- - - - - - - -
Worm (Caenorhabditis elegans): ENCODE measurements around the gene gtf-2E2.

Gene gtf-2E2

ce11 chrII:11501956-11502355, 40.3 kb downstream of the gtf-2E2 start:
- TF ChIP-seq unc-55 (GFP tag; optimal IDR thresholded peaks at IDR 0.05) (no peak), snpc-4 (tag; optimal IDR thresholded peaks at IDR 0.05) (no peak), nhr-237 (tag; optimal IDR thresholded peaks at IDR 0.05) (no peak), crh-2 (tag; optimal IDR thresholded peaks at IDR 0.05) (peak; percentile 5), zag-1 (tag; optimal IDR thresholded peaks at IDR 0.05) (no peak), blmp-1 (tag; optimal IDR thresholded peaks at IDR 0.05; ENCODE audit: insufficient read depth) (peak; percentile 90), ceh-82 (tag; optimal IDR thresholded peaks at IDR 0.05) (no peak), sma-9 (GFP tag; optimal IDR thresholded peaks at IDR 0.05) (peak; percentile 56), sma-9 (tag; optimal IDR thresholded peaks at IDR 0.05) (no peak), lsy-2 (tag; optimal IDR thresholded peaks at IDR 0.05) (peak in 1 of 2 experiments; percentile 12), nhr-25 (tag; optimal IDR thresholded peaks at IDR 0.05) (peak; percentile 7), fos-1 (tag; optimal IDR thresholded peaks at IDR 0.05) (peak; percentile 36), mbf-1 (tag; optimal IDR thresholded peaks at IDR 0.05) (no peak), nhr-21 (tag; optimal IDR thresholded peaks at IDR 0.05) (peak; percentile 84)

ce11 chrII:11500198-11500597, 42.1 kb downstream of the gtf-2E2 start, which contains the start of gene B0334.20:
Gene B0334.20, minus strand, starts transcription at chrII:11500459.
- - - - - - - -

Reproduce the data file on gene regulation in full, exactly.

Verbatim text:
Worm (Caenorhabditis elegans): ENCODE measurements around the gene gtf-2E2.

Gene gtf-2E2

ce11 chrII:11501956-11502355, 40.3 kb downstream of the gtf-2E2 start:
- TF ChIP-seq unc-55 (GFP tag; optimal IDR thresholded peaks at IDR 0.05) (no peak), snpc-4 (tag; optimal IDR thresholded peaks at IDR 0.05) (no peak), nhr-237 (tag; optimal IDR thresholded peaks at IDR 0.05) (no peak), crh-2 (tag; optimal IDR thresholded peaks at IDR 0.05) (peak; percentile 5), zag-1 (tag; optimal IDR thresholded peaks at IDR 0.05) (no peak), blmp-1 (tag; optimal IDR thresholded peaks at IDR 0.05; ENCODE audit: insufficient read depth) (peak; percentile 90), ceh-82 (tag; optimal IDR thresholded peaks at IDR 0.05) (no peak), sma-9 (GFP tag; optimal IDR thresholded peaks at IDR 0.05) (peak; percentile 56), sma-9 (tag; optimal IDR thresholded peaks at IDR 0.05) (no peak), lsy-2 (tag; optimal IDR thresholded peaks at IDR 0.05) (peak in 1 of 2 experiments; percentile 12), nhr-25 (tag; optimal IDR thresholded peaks at IDR 0.05) (peak; percentile 7), fos-1 (tag; optimal IDR thresholded peaks at IDR 0.05) (peak; percentile 36), mbf-1 (tag; optimal IDR thresholded peaks at IDR 0.05) (no peak), nhr-21 (tag; optimal IDR thresholded peaks at IDR 0.05) (peak; percentile 84)

ce11 chrII:11500198-11500597, 42.1 kb downstream of the gtf-2E2 start, which contains the start of gene B0334.20:
Gene B0334.20, minus strand, starts transcription at chrII:11500459.